Every parent dreams of their child’s future. Many times this future involves time in post-secondary education. Why not set your child up for a future full of success by beginning an RESP. Prices of post-secondary education can make parents hold their breath, as well as some students. Give your children an extra boost of confidence by taking away some financial worry.
What is an RESP and What does it do?
An RESP is known as a Registered Education Saving Plan. It is a government-assisted, flexible, tax-deferring investment. Anyone can contribute to an RESP once it’s opened. Parents, Guardians, Grandparents, Friends and Family can contribute from the time the it is opened, until the child is 18-years-old. The RESP can be opened from the time of your child’s birth, until he or she reaches 14 years of age. You can contribute up to $50,000, and you can do it all at once or spread it out over a period of time.
Once the child is ready to move on with post-secondary education, all the child needs to do to start accessing the RESP funds are two simple things. He or she needs a Social Insurance Number, or SIN, as well as proof of acceptance from a University, College or other Post-Secondary Institution. After having those, funds can be released. If the RESP received any grants from the government, that money will already have been deposited in the RESP.
Educational Assistance Payments, or EAPs, will start when the child is enrolled in post-secondary education. The payments are still part of the RESP, coming mostly from the grant money and investment earnings. Either parents or child can withdraw money, but the tax on the EAP is payable solely by the student.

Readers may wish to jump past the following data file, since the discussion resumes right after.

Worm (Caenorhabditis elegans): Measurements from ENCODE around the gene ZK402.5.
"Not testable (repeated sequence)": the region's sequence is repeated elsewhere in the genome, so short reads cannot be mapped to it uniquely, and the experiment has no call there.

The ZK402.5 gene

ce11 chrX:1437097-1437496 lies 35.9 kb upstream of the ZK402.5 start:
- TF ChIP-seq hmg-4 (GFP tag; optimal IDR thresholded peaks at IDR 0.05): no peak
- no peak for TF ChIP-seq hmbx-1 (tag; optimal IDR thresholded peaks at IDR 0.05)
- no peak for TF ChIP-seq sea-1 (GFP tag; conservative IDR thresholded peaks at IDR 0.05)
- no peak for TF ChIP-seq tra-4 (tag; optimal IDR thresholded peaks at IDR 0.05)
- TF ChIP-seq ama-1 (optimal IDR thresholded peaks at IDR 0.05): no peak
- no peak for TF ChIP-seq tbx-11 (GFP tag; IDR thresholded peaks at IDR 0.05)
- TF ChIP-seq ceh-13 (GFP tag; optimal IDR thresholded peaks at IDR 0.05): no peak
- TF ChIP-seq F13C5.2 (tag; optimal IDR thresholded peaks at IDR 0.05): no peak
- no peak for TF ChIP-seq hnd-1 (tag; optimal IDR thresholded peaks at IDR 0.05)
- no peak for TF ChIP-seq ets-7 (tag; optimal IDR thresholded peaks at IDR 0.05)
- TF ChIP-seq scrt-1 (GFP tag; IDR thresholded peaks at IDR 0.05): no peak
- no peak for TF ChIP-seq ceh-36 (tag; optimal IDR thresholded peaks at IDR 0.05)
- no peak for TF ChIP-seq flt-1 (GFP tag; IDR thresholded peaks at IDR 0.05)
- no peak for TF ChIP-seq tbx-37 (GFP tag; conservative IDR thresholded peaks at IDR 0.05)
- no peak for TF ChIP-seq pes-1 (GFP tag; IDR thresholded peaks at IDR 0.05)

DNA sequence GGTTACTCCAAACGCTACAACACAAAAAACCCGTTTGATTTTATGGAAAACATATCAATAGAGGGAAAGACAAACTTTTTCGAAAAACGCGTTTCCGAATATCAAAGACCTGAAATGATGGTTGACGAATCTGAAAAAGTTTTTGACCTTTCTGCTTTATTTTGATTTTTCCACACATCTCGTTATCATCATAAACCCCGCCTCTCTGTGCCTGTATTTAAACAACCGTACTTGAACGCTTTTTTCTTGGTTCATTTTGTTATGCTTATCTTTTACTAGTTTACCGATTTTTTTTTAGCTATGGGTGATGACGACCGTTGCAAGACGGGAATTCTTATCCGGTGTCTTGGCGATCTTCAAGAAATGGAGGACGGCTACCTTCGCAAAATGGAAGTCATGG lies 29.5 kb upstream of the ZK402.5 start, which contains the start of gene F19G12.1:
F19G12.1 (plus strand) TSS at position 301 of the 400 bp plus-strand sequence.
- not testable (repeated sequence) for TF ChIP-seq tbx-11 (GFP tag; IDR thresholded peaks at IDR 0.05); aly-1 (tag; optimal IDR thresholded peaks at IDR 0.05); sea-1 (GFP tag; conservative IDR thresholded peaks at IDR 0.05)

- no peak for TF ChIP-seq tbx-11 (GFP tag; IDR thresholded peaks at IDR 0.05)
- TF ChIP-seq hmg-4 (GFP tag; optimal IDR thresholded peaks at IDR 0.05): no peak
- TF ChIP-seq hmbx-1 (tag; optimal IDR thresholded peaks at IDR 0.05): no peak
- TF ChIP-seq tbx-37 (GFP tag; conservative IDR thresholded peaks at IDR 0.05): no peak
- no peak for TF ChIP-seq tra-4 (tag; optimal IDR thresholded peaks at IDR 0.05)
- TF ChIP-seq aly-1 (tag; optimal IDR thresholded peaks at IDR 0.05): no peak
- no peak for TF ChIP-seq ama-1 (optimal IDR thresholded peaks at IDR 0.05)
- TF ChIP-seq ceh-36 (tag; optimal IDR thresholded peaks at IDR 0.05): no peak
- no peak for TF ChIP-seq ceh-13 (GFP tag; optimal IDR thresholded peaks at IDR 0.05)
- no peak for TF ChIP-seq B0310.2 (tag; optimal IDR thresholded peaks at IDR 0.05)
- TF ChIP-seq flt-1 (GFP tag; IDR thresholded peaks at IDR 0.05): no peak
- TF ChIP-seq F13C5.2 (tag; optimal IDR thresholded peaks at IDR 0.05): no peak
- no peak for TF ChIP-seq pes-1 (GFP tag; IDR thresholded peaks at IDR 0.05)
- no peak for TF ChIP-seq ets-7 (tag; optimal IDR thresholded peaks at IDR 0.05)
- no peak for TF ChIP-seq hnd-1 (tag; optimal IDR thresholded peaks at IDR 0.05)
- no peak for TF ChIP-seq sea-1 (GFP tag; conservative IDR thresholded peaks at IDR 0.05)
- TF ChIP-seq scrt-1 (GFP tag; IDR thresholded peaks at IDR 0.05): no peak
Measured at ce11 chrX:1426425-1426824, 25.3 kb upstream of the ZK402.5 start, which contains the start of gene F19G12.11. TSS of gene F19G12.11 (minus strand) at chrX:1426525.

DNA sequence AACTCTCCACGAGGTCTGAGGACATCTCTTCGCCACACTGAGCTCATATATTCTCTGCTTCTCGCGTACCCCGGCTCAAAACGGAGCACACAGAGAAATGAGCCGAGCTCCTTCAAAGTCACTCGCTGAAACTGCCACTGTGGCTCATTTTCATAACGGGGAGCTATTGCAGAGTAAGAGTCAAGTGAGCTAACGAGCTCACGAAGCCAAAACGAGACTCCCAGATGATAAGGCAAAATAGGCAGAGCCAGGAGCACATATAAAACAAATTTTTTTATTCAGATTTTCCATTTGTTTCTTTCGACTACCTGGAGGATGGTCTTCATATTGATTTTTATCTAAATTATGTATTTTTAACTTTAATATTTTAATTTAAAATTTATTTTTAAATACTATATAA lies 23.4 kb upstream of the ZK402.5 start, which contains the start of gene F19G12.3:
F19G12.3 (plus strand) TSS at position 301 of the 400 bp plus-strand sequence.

Why Contribute To an RESP?
RESPs come with tax benefits, and all contributors get tax benefits too. The amount withdrawn from RESP will not be taxed until it exceeds the amount you put into the fund. All dividends, capital gains, and interest payments, earned in an RESP are not taxable.
What happens if the child doesn’t go to Post Secondary Education?
Don’t worry or stress if your child decides to wait, or simply take time choosing what to do. There is no rush, as your child doesn’t have to go to post-secondary education right away. The money will get returned to the financial institution, and will sent back to the contributors. Grants would not be redeemed and returned to the government.
An RESP helps your child’s education by giving the child a financial boost when facing the challenges of affording future education. An RESP creates a bright future, setting the student up to get the desired education.